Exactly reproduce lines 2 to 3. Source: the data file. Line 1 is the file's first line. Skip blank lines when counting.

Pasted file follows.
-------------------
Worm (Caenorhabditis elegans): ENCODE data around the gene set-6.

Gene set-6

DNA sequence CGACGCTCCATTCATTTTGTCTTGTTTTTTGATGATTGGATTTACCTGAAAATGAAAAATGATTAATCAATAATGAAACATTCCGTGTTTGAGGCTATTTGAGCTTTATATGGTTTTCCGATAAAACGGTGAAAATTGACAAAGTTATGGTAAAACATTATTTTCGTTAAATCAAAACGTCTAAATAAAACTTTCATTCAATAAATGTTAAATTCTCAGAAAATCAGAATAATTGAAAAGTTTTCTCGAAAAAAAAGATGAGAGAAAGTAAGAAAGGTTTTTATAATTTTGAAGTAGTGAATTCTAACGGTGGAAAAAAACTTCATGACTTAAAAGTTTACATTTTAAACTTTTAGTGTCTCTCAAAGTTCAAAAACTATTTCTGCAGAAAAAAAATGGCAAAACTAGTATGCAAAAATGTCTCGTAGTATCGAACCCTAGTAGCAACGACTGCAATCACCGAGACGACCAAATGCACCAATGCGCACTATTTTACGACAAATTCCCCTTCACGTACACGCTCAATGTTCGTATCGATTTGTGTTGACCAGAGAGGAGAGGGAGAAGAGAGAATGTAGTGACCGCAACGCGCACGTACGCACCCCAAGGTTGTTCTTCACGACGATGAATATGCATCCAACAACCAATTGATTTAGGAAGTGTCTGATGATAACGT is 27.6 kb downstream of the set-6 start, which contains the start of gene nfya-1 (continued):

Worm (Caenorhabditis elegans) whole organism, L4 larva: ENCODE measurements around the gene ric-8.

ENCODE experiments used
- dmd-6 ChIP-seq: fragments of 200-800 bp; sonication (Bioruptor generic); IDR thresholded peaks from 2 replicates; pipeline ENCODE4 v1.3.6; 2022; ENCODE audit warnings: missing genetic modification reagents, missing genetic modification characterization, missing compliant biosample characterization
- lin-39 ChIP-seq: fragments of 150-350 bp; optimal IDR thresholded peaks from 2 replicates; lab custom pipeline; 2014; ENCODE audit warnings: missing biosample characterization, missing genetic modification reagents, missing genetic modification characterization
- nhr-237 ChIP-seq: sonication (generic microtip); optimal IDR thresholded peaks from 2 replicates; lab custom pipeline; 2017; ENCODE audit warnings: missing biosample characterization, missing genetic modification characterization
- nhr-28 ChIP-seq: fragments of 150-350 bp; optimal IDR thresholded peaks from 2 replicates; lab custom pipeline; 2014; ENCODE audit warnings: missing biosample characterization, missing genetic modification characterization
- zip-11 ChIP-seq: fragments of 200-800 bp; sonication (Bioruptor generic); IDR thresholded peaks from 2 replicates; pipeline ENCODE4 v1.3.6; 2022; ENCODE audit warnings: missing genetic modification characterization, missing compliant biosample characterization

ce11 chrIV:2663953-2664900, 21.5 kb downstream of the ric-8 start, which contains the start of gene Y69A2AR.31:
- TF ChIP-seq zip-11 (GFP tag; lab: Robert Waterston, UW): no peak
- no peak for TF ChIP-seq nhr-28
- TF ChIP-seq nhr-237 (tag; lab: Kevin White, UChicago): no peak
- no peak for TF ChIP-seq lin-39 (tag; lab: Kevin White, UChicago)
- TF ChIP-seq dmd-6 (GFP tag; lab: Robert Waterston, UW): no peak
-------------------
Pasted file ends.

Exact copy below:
Gene set-6

DNA sequence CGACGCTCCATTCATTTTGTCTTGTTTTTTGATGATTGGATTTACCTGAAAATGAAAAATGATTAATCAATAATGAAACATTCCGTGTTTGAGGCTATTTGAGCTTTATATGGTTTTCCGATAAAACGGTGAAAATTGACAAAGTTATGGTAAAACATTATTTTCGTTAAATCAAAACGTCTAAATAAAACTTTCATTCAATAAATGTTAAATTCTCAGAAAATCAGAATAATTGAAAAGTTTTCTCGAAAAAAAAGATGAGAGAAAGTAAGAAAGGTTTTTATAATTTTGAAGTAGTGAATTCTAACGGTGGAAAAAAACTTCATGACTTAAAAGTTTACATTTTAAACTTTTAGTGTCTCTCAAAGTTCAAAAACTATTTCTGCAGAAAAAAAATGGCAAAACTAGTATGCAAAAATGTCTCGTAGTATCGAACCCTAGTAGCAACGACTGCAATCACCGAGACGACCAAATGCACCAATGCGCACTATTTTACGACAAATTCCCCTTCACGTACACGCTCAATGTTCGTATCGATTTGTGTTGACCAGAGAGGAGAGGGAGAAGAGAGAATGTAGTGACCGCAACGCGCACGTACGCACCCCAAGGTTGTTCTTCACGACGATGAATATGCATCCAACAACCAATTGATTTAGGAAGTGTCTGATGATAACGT is 27.6 kb downstream of the set-6 start, which contains the start of gene nfya-1 (continued):